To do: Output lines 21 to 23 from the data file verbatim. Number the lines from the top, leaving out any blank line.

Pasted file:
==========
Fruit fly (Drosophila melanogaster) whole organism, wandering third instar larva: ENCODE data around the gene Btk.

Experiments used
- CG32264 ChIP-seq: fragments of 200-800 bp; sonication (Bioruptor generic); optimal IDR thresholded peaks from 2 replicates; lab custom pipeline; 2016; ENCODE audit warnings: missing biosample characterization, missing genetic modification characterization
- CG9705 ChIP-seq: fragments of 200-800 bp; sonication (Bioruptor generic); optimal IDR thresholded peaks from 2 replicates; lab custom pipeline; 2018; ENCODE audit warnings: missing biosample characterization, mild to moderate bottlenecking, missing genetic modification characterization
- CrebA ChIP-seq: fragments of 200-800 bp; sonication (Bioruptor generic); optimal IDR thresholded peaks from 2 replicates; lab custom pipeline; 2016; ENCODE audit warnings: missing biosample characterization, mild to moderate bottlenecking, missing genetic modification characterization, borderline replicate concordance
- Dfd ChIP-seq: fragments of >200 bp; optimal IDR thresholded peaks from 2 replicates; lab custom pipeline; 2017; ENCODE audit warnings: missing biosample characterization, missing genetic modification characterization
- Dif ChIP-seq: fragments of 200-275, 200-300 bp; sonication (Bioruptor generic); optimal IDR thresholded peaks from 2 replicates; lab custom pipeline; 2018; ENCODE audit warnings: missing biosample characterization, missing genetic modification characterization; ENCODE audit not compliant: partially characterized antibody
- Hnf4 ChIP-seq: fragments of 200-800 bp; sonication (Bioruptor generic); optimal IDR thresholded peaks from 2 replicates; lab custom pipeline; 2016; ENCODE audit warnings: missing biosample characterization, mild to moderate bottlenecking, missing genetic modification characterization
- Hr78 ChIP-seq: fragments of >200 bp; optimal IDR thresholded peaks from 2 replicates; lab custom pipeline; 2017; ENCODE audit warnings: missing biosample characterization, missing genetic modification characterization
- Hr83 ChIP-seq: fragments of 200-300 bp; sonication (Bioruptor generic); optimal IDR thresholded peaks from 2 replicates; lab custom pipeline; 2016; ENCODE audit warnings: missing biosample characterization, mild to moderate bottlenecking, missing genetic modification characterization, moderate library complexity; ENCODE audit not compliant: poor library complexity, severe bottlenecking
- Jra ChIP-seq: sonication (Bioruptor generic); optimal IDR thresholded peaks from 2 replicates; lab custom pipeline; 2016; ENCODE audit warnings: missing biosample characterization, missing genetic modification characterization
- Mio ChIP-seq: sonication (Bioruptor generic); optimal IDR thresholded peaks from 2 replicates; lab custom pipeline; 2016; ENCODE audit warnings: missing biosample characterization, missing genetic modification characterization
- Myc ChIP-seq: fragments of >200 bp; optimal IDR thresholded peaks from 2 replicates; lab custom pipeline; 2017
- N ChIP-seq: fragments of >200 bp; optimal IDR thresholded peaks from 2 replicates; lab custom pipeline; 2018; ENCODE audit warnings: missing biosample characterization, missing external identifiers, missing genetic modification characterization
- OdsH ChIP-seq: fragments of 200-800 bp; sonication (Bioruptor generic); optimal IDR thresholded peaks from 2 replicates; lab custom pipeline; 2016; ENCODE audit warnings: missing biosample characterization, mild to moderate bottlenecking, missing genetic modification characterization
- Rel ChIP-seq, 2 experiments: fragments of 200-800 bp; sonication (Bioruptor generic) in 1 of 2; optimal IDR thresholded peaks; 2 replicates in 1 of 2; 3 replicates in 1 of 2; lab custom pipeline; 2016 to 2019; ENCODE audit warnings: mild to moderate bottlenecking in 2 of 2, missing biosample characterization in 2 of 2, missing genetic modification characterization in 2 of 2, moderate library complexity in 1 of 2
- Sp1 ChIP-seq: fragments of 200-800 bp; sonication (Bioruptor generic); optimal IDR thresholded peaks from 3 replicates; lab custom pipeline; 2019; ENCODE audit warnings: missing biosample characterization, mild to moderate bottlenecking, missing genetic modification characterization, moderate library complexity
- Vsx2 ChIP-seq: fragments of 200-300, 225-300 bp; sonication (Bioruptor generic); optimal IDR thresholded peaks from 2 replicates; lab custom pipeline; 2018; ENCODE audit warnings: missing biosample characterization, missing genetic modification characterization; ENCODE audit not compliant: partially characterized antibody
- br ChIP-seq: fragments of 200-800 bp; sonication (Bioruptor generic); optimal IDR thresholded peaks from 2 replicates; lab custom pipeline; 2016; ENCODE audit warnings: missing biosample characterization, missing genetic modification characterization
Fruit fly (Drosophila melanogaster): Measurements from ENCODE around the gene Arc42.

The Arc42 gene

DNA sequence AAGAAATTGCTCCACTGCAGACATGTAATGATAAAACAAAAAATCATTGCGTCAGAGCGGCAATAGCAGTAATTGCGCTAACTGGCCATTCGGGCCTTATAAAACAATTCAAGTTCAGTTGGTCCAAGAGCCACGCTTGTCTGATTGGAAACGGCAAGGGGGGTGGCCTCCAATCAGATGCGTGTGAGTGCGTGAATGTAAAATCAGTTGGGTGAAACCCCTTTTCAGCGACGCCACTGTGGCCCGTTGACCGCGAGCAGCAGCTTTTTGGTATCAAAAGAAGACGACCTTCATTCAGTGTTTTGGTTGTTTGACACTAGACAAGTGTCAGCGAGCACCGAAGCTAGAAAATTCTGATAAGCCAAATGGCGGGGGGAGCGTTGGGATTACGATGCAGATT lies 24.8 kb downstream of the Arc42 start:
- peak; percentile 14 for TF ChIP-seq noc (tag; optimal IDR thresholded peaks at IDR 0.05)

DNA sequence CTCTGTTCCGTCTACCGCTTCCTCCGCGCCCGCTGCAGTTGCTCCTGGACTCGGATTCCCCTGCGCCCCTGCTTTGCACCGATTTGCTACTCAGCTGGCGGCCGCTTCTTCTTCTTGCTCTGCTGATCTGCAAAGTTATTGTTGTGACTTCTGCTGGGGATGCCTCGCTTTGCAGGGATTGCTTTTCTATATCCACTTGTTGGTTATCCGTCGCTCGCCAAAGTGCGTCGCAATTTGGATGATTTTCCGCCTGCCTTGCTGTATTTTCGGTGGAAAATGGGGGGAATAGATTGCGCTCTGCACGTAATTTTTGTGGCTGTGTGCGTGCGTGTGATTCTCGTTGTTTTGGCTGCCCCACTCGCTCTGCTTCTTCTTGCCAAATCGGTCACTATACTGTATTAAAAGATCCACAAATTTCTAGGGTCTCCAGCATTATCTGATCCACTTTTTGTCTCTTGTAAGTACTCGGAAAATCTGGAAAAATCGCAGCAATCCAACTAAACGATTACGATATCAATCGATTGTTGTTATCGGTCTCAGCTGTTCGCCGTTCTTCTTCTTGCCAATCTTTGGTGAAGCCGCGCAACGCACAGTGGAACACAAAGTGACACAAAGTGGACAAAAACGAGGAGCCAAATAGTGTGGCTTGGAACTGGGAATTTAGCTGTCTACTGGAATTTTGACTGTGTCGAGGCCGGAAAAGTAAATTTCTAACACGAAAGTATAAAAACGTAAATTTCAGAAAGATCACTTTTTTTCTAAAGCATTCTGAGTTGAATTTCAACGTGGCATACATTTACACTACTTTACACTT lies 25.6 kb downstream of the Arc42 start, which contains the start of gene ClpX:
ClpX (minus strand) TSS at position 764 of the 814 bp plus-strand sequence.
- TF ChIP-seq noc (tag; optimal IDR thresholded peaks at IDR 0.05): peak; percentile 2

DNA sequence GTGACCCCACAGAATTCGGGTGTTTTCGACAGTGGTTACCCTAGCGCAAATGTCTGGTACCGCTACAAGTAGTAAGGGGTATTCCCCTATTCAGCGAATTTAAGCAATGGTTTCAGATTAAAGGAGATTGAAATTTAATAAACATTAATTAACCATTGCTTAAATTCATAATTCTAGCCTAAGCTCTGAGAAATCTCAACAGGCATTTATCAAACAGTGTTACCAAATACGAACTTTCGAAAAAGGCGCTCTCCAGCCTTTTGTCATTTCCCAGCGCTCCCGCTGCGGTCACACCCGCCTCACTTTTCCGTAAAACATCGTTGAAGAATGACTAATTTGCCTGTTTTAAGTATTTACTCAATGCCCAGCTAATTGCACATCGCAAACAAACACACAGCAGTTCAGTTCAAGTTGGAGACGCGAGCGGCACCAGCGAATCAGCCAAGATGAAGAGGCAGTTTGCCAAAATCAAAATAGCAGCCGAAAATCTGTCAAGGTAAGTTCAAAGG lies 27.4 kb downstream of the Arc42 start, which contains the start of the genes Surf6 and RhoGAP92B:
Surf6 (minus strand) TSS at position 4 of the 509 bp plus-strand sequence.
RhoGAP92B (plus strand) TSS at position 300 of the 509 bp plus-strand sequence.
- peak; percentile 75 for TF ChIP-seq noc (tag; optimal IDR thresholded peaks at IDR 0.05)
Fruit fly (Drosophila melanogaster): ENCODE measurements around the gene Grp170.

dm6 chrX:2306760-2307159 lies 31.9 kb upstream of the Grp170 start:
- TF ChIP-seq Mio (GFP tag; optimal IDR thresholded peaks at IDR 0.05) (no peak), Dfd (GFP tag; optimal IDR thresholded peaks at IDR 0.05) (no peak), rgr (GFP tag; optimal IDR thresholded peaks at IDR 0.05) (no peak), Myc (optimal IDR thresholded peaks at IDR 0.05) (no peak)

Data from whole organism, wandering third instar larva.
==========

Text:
The Arc42 gene

DNA sequence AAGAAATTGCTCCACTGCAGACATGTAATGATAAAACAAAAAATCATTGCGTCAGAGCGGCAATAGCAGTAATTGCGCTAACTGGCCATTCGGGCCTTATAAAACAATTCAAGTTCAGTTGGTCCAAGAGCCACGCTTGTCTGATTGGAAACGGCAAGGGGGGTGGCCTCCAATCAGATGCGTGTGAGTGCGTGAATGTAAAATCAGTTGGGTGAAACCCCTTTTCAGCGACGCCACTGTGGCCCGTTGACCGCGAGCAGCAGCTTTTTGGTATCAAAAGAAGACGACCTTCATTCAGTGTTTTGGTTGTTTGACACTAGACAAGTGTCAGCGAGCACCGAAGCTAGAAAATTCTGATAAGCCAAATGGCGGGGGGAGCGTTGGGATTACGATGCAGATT lies 24.8 kb downstream of the Arc42 start:
- peak; percentile 14 for TF ChIP-seq noc (tag; optimal IDR thresholded peaks at IDR 0.05)